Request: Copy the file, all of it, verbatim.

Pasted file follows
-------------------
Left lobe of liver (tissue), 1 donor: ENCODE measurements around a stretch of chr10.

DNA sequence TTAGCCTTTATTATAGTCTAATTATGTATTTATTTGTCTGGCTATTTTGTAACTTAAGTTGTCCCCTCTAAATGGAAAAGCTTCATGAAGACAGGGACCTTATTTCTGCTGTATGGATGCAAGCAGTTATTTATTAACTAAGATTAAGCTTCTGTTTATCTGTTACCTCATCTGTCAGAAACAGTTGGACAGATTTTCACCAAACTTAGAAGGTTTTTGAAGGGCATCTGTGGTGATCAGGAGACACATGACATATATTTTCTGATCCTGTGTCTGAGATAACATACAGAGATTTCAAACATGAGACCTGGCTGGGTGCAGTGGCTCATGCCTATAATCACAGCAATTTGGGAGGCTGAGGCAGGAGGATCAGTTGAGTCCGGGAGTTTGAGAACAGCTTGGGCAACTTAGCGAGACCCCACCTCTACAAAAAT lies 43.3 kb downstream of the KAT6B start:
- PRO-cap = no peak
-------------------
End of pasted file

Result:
Left lobe of liver (tissue), 1 donor: ENCODE measurements around a stretch of chr10.

DNA sequence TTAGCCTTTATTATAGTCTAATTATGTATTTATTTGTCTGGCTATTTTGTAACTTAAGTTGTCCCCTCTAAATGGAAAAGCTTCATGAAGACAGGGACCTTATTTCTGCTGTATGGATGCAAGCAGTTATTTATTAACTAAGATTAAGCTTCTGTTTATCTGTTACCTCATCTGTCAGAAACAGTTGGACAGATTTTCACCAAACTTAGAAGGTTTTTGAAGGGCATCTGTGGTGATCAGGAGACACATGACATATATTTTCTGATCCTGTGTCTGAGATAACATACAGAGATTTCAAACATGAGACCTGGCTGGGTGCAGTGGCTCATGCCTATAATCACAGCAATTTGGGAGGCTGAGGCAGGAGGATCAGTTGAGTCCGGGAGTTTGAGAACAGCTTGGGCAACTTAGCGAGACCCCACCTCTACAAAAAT lies 43.3 kb downstream of the KAT6B start:
- PRO-cap = no peak